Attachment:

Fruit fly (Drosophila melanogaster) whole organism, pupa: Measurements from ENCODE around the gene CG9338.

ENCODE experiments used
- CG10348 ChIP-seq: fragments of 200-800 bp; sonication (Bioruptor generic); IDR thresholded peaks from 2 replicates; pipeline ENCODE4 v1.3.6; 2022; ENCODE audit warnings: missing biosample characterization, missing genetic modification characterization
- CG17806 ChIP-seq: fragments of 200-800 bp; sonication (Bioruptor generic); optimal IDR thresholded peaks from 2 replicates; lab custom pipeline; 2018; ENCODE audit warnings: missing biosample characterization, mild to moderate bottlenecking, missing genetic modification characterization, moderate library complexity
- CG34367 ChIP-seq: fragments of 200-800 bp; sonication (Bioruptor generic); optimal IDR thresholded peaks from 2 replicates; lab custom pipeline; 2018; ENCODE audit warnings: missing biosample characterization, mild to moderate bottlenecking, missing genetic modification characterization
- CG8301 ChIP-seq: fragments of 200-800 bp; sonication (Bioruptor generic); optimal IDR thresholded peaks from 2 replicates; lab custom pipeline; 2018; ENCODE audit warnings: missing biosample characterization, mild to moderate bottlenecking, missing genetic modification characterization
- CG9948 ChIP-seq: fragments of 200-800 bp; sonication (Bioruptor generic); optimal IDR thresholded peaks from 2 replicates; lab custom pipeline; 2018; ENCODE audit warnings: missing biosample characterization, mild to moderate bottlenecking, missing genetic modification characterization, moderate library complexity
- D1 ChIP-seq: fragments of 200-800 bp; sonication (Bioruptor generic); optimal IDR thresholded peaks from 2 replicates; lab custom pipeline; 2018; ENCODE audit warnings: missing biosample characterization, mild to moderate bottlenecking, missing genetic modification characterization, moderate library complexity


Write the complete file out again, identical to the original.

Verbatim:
Fruit fly (Drosophila melanogaster) whole organism, pupa: Measurements from ENCODE around the gene CG9338.

ENCODE experiments used
- CG10348 ChIP-seq: fragments of 200-800 bp; sonication (Bioruptor generic); IDR thresholded peaks from 2 replicates; pipeline ENCODE4 v1.3.6; 2022; ENCODE audit warnings: missing biosample characterization, missing genetic modification characterization
- CG17806 ChIP-seq: fragments of 200-800 bp; sonication (Bioruptor generic); optimal IDR thresholded peaks from 2 replicates; lab custom pipeline; 2018; ENCODE audit warnings: missing biosample characterization, mild to moderate bottlenecking, missing genetic modification characterization, moderate library complexity
- CG34367 ChIP-seq: fragments of 200-800 bp; sonication (Bioruptor generic); optimal IDR thresholded peaks from 2 replicates; lab custom pipeline; 2018; ENCODE audit warnings: missing biosample characterization, mild to moderate bottlenecking, missing genetic modification characterization
- CG8301 ChIP-seq: fragments of 200-800 bp; sonication (Bioruptor generic); optimal IDR thresholded peaks from 2 replicates; lab custom pipeline; 2018; ENCODE audit warnings: missing biosample characterization, mild to moderate bottlenecking, missing genetic modification characterization
- CG9948 ChIP-seq: fragments of 200-800 bp; sonication (Bioruptor generic); optimal IDR thresholded peaks from 2 replicates; lab custom pipeline; 2018; ENCODE audit warnings: missing biosample characterization, mild to moderate bottlenecking, missing genetic modification characterization, moderate library complexity
- D1 ChIP-seq: fragments of 200-800 bp; sonication (Bioruptor generic); optimal IDR thresholded peaks from 2 replicates; lab custom pipeline; 2018; ENCODE audit warnings: missing biosample characterization, mild to moderate bottlenecking, missing genetic modification characterization, moderate library complexity